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BMJ Case Reports 2009; doi:10.1136/bcr.09.2008.0879
  • Reminder of important clinical lesson

Doxylamine toxicity: seizure, rhabdomyolysis and false positive urine drug screen for methadone

  1. Husnain Syed,
  2. Sumit Som,
  3. Nazia Khan,
  4. Wael Faltas
  1. Trinitas Hospital, Internal Medicine, 225 Williamson Ave, Elizabeth, New Jersey, 07207, USA
  1. Husnain Syed, husnainsyed{at}hotmail.com
  • Published 17 March 2009

Summary

The present report highlights the possible adverse effects of doxylamine, a common over the counter sleep aid. Doxylamine is an antihistamine that at toxic doses can cause anticholinergic effects, including seizures, rhabdomyolysis and death. The following case describes a patient with doxylamine toxicity who presented with seizure and confusion. Our patient was managed symptomatically, and remained otherwise stable throughout his hospitalisation. This case is atypical in terms of a delayed rhabdomyolysis and a false positive urine drug screen test for methadone. There is evidence that doxylamine at toxic levels can lead to false positives for methadone and phencyclidine testing using immunoassay-based urine drug screen kits. Urine drug screen testing on patients who are hospitalised is typically performed using immunoassays. However, in certain cases confirmatory secondary testing may be required. Doxylamine is prone to abuse and knowledge of the clinical presentation of its toxicity and the management of acute overdose can be life-saving.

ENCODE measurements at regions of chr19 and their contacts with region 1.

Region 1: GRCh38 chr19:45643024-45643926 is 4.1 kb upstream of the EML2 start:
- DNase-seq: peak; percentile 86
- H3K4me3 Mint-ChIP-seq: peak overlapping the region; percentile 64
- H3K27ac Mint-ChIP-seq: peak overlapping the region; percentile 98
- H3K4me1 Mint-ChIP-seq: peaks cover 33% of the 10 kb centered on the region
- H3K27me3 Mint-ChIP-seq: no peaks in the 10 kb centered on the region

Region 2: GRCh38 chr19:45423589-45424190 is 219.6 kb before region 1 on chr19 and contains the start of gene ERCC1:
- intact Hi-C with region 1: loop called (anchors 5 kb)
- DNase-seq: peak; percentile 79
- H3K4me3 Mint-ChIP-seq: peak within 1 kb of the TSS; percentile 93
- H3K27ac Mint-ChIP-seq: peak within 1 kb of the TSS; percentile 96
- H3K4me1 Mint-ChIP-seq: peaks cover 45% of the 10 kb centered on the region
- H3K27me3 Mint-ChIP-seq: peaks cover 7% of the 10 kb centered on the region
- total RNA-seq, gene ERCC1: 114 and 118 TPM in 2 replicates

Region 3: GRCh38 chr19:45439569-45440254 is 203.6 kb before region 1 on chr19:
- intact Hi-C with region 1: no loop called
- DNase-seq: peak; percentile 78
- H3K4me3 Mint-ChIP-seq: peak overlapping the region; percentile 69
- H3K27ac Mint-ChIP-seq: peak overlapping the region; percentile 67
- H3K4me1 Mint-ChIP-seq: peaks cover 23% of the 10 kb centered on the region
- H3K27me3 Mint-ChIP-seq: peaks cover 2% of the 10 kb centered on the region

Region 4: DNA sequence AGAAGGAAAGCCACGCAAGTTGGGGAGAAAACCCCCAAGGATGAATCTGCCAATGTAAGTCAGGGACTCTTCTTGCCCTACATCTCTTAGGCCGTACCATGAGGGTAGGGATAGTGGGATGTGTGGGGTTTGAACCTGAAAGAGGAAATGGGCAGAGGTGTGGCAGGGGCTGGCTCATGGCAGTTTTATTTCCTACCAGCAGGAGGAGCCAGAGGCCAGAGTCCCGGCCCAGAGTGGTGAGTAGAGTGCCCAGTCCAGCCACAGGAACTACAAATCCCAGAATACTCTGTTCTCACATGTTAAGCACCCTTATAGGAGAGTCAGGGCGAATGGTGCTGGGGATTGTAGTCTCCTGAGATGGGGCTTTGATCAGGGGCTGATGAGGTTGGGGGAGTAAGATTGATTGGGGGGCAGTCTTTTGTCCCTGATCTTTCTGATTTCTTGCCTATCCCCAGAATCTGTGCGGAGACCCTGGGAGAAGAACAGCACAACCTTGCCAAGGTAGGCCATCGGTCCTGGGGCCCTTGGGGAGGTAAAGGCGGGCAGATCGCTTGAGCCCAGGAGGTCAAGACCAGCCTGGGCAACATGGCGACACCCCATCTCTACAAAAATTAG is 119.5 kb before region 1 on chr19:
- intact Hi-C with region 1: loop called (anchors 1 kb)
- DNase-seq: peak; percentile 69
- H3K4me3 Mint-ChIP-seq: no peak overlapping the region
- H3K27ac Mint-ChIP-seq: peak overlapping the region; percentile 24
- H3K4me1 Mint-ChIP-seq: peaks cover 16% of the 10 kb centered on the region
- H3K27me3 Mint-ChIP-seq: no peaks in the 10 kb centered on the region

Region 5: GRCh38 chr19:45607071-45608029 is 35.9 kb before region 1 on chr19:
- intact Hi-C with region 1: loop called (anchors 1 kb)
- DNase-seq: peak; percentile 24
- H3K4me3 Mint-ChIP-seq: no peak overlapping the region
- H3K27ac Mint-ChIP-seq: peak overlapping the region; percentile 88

Footnotes

  • Competing interests: None.

  • Patient consent: Patient/guardian consent was obtained for publication.

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